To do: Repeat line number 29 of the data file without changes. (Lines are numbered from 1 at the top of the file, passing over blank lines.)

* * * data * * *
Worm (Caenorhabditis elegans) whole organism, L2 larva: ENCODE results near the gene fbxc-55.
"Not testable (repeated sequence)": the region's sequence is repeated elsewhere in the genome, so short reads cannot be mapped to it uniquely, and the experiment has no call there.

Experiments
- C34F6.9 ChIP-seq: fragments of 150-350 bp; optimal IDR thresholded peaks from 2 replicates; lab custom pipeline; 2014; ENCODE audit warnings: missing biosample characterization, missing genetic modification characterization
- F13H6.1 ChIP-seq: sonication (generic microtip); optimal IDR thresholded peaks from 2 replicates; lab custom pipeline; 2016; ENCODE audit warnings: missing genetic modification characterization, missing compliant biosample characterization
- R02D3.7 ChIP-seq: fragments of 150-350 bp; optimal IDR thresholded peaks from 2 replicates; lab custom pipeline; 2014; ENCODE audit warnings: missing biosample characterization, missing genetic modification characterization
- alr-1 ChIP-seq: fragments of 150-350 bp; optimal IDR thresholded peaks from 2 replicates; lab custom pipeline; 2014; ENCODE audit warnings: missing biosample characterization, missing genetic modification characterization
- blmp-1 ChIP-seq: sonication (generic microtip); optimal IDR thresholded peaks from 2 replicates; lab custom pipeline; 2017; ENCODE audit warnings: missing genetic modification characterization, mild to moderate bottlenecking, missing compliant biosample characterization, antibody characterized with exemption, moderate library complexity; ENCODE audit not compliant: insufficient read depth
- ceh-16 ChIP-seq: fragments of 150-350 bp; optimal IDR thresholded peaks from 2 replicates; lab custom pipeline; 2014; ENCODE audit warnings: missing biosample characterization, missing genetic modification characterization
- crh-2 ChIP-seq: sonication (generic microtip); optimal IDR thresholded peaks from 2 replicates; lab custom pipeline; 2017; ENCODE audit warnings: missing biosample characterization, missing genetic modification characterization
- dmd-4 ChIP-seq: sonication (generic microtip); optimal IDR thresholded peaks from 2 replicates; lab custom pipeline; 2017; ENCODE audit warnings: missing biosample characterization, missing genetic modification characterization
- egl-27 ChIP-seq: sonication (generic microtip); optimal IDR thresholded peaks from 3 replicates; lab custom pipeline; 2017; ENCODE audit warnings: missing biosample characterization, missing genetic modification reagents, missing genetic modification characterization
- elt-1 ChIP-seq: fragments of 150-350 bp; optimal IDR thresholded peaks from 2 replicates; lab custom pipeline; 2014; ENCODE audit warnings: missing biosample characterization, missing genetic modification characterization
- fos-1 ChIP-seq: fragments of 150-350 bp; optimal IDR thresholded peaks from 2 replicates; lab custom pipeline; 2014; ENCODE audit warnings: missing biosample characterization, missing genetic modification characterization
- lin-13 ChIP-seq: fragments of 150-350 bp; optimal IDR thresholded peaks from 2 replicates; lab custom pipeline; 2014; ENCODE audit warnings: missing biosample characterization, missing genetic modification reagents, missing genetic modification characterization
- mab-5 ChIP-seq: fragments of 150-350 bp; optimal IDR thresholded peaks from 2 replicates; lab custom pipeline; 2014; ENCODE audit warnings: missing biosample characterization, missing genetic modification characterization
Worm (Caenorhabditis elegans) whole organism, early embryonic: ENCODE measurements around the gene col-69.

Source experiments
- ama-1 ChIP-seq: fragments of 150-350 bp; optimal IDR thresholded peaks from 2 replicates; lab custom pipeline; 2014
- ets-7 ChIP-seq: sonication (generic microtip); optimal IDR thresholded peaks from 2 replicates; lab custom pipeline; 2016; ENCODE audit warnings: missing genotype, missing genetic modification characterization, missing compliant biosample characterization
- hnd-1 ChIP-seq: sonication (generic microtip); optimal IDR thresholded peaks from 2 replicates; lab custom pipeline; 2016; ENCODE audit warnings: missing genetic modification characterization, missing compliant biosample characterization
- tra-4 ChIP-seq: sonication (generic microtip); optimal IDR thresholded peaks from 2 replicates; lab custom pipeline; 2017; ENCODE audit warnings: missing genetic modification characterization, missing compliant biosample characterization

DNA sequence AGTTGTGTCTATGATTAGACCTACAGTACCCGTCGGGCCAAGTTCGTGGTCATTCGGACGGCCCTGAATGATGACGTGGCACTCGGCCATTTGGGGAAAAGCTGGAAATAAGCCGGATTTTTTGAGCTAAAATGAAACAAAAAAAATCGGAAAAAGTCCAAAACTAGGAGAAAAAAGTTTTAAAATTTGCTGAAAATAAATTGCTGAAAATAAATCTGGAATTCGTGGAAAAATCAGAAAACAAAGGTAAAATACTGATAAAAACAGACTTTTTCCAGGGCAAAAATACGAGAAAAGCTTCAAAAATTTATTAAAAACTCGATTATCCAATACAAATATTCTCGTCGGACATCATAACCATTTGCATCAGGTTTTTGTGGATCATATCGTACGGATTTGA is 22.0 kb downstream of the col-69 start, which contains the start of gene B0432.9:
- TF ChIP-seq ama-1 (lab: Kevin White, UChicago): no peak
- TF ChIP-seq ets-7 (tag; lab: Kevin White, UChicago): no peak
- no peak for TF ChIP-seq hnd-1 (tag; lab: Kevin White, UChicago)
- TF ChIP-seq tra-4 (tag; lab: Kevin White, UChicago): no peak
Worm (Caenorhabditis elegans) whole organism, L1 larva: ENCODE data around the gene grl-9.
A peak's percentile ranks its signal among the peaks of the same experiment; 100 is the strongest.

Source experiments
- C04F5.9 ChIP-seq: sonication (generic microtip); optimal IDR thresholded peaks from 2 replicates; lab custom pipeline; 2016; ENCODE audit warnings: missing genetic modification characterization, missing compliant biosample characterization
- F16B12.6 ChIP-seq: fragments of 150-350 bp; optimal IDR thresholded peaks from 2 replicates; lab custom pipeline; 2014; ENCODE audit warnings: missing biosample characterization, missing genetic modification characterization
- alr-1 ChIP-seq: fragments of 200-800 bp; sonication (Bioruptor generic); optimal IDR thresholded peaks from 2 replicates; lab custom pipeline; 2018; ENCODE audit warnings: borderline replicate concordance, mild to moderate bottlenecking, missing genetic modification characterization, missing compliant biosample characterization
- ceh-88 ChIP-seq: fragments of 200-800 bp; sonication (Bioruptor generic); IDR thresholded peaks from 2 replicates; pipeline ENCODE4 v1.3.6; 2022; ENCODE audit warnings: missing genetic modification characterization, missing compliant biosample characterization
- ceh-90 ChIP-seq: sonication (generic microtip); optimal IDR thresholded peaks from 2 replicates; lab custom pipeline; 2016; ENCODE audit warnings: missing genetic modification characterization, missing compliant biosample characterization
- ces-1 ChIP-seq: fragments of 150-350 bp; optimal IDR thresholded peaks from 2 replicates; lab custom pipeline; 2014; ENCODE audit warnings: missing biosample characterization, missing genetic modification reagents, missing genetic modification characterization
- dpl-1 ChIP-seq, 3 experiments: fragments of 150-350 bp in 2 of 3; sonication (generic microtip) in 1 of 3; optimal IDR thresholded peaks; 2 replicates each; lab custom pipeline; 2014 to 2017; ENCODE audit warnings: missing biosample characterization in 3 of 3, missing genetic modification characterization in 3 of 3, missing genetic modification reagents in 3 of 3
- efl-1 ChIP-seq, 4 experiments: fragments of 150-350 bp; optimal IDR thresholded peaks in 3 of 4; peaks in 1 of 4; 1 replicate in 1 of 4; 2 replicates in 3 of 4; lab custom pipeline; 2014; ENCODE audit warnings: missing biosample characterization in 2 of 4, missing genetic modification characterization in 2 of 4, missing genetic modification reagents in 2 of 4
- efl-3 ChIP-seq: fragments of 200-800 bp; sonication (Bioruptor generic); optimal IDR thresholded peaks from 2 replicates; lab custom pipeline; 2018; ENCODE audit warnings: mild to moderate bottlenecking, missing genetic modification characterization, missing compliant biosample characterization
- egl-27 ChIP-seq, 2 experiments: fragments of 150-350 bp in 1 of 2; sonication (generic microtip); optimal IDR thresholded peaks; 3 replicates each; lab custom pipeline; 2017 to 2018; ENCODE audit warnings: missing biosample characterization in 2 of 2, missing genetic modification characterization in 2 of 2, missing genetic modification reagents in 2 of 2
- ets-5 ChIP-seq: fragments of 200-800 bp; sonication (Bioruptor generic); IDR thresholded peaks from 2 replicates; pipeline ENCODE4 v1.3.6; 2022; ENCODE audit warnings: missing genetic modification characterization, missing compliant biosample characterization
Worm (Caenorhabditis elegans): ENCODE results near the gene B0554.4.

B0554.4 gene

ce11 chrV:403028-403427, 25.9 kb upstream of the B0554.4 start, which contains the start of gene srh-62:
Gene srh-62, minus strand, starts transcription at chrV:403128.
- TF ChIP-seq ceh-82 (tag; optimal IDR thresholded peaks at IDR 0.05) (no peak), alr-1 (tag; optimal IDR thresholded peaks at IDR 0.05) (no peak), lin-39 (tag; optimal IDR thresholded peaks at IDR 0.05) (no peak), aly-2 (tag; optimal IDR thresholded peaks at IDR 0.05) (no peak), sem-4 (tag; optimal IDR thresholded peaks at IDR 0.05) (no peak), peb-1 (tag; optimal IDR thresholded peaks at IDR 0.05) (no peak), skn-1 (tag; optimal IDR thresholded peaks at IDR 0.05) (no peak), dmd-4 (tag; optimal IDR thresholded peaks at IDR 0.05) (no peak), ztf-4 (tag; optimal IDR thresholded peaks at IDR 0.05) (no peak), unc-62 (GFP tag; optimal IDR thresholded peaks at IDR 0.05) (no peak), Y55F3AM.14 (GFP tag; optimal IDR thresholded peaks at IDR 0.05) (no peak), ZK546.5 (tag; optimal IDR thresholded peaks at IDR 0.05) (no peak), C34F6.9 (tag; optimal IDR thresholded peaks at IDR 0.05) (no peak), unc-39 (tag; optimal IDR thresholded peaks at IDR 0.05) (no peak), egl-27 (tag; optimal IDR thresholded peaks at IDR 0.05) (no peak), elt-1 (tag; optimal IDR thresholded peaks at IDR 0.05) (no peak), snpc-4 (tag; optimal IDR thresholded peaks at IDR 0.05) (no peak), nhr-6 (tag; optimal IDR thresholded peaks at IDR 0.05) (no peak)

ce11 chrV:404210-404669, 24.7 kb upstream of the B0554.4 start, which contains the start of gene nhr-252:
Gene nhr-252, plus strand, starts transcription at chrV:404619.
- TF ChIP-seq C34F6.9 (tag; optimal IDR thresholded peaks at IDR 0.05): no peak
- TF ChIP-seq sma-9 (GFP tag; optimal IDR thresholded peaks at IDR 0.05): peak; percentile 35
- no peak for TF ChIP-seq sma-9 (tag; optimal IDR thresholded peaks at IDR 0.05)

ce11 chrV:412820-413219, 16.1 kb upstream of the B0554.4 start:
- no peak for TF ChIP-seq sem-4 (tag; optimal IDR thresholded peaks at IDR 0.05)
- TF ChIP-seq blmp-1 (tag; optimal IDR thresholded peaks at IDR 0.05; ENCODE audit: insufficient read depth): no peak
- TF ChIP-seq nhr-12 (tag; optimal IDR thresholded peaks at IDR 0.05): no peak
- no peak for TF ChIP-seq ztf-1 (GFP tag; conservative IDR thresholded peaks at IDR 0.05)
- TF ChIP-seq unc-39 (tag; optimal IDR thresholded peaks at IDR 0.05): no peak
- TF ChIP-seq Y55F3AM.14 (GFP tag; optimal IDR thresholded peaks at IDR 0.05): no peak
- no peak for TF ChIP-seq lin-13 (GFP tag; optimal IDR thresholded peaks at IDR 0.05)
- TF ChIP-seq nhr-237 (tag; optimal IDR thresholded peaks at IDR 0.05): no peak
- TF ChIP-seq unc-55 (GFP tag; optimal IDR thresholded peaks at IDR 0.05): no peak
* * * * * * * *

A peak's percentile ranks its signal among the peaks of the same experiment; 100 is the strongest.